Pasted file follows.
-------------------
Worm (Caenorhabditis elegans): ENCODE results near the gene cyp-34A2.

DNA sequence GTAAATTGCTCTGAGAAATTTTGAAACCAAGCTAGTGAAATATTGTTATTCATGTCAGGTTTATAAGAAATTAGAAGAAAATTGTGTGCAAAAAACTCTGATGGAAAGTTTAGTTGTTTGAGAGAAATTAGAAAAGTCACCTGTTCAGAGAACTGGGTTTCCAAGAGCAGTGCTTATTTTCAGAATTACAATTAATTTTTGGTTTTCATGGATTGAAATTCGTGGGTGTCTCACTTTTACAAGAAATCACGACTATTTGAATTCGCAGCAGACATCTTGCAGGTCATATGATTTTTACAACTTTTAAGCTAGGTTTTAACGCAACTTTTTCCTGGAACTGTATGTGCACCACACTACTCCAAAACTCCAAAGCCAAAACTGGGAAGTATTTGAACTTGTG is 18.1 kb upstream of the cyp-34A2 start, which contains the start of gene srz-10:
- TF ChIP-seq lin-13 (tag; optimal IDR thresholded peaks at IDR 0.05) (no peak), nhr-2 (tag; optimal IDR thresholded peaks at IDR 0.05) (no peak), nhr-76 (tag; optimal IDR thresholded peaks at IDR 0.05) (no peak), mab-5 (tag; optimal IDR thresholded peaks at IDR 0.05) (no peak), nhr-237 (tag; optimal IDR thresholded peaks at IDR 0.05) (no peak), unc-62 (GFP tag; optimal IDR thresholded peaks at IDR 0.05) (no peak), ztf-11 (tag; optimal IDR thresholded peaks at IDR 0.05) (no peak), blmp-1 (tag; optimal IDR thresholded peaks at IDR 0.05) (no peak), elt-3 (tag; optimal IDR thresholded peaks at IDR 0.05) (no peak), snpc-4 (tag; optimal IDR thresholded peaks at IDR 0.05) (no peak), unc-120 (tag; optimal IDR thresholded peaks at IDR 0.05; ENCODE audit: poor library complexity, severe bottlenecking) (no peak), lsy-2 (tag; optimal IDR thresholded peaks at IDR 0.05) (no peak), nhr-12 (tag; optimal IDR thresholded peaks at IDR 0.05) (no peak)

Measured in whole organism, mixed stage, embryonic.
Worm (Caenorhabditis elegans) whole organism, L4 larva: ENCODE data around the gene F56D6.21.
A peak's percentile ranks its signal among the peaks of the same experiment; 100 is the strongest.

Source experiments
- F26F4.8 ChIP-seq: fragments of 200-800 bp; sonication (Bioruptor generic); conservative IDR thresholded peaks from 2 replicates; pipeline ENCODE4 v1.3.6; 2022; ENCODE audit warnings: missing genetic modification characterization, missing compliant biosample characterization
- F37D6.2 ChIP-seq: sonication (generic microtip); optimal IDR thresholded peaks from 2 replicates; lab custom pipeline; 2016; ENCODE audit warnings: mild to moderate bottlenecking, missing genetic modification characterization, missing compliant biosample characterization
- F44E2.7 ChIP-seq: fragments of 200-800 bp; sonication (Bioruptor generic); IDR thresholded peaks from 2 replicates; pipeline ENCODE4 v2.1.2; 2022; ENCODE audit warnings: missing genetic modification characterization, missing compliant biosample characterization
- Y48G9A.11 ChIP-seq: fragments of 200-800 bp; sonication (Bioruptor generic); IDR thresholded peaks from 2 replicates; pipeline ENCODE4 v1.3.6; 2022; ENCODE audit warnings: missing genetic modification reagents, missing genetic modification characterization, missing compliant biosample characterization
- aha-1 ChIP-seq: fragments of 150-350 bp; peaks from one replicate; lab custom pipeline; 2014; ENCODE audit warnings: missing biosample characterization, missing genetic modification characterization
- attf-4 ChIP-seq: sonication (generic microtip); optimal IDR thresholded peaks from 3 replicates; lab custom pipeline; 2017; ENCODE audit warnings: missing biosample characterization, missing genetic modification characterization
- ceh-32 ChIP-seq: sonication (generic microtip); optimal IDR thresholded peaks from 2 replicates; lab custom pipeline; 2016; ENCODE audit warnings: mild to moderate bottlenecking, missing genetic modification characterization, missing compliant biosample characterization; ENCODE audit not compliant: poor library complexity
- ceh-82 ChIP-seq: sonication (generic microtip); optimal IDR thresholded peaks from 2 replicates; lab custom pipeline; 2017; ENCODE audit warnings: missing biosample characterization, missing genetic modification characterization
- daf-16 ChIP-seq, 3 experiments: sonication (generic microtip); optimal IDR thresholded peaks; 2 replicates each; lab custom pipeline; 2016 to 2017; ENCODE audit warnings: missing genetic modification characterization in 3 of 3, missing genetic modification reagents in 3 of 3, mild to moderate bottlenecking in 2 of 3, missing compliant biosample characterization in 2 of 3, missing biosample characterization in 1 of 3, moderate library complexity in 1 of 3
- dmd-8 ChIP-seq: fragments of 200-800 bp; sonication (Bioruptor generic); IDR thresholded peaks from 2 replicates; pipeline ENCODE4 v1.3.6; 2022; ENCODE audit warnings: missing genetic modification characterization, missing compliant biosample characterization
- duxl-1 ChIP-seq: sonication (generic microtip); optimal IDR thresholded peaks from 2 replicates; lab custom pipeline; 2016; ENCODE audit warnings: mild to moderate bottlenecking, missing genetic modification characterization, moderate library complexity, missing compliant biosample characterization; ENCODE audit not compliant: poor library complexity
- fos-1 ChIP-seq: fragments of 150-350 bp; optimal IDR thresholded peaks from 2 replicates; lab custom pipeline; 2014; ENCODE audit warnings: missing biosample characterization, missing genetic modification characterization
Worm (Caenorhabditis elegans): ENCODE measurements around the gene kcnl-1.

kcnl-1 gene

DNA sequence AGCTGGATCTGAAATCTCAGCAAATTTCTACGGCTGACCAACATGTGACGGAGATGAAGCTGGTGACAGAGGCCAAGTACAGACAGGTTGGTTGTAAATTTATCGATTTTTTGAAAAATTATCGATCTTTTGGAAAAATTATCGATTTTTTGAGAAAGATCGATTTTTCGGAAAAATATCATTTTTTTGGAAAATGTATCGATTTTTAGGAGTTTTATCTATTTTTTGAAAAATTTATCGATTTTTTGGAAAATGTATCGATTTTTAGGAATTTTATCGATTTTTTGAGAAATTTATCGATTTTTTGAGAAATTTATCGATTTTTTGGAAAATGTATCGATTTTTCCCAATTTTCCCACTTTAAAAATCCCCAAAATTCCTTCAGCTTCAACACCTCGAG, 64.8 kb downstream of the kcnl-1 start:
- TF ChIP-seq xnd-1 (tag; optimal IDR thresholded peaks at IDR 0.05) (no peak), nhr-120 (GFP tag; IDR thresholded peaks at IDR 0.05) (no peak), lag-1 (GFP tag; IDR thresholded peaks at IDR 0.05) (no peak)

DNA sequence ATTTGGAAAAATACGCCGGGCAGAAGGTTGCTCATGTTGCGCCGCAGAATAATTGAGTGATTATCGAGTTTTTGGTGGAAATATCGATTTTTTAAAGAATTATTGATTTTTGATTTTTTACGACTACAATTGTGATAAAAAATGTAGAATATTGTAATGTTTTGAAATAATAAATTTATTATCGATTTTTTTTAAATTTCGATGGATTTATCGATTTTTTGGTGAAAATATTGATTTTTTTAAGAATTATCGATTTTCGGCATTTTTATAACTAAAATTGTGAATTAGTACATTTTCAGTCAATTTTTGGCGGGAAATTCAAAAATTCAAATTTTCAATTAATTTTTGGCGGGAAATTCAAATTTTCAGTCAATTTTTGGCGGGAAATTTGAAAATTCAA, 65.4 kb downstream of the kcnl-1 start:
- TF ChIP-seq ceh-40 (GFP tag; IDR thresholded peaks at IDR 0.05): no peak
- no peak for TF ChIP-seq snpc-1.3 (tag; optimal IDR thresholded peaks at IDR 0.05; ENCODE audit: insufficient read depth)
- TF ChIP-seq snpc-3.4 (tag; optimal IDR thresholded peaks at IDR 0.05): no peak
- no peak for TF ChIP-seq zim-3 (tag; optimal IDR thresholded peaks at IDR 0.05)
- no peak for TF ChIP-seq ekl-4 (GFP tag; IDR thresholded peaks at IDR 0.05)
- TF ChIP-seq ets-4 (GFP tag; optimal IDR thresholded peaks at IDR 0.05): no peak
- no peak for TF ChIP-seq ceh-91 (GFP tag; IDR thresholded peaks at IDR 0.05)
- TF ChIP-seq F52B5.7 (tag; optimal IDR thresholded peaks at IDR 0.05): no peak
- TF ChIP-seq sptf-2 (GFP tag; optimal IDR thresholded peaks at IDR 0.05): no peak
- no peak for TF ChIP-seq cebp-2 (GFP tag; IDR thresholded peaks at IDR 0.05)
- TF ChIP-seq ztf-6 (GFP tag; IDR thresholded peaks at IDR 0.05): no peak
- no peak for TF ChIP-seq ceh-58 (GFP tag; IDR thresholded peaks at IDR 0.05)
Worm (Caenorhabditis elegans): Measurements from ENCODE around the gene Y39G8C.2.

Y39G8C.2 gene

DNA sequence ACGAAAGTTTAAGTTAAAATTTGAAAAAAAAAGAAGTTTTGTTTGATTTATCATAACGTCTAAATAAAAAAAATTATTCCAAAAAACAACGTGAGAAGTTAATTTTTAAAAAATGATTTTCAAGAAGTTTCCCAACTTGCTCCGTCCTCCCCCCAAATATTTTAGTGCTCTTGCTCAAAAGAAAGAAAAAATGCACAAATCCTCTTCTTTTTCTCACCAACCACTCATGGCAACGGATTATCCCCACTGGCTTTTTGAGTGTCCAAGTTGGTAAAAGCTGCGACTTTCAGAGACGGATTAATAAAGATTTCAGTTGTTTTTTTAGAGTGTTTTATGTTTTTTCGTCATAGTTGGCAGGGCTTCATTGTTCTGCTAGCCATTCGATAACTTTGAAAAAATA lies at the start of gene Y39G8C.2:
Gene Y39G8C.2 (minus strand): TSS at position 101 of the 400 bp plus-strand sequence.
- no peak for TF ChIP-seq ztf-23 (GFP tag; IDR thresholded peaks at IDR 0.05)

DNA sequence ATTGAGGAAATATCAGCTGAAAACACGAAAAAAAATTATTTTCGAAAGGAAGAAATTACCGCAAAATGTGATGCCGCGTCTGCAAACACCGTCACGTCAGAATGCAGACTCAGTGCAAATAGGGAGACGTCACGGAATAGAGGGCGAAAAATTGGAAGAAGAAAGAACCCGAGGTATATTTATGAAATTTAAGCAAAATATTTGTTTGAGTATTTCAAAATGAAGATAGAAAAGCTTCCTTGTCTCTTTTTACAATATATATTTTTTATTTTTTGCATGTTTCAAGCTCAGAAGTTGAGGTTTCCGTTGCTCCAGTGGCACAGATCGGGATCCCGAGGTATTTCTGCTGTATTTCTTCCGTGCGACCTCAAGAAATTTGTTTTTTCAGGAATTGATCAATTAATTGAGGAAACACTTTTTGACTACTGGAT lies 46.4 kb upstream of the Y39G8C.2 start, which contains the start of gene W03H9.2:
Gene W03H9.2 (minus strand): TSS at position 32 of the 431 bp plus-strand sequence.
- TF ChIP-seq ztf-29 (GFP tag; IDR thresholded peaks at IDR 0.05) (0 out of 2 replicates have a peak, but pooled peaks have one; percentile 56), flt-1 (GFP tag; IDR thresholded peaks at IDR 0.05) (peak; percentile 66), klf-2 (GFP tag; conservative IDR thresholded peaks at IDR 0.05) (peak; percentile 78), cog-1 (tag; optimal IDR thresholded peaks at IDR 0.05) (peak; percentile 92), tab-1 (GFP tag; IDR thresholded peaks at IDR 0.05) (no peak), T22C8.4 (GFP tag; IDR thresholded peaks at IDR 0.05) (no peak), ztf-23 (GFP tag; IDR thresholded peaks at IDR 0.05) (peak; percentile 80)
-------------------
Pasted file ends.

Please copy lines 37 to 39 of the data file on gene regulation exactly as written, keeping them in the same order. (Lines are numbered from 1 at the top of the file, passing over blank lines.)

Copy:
Worm (Caenorhabditis elegans): Measurements from ENCODE around the gene Y39G8C.2.

Y39G8C.2 gene

DNA sequence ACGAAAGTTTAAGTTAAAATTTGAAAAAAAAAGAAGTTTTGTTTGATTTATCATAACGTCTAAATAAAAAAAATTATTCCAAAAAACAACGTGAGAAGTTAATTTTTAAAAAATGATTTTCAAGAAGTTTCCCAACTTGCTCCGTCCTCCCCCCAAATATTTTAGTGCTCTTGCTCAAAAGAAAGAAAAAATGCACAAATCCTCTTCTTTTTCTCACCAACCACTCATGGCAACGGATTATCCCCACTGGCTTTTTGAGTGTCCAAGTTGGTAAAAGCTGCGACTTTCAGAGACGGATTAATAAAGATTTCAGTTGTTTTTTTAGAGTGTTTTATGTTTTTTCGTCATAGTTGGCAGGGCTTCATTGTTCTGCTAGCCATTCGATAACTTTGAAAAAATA lies at the start of gene Y39G8C.2: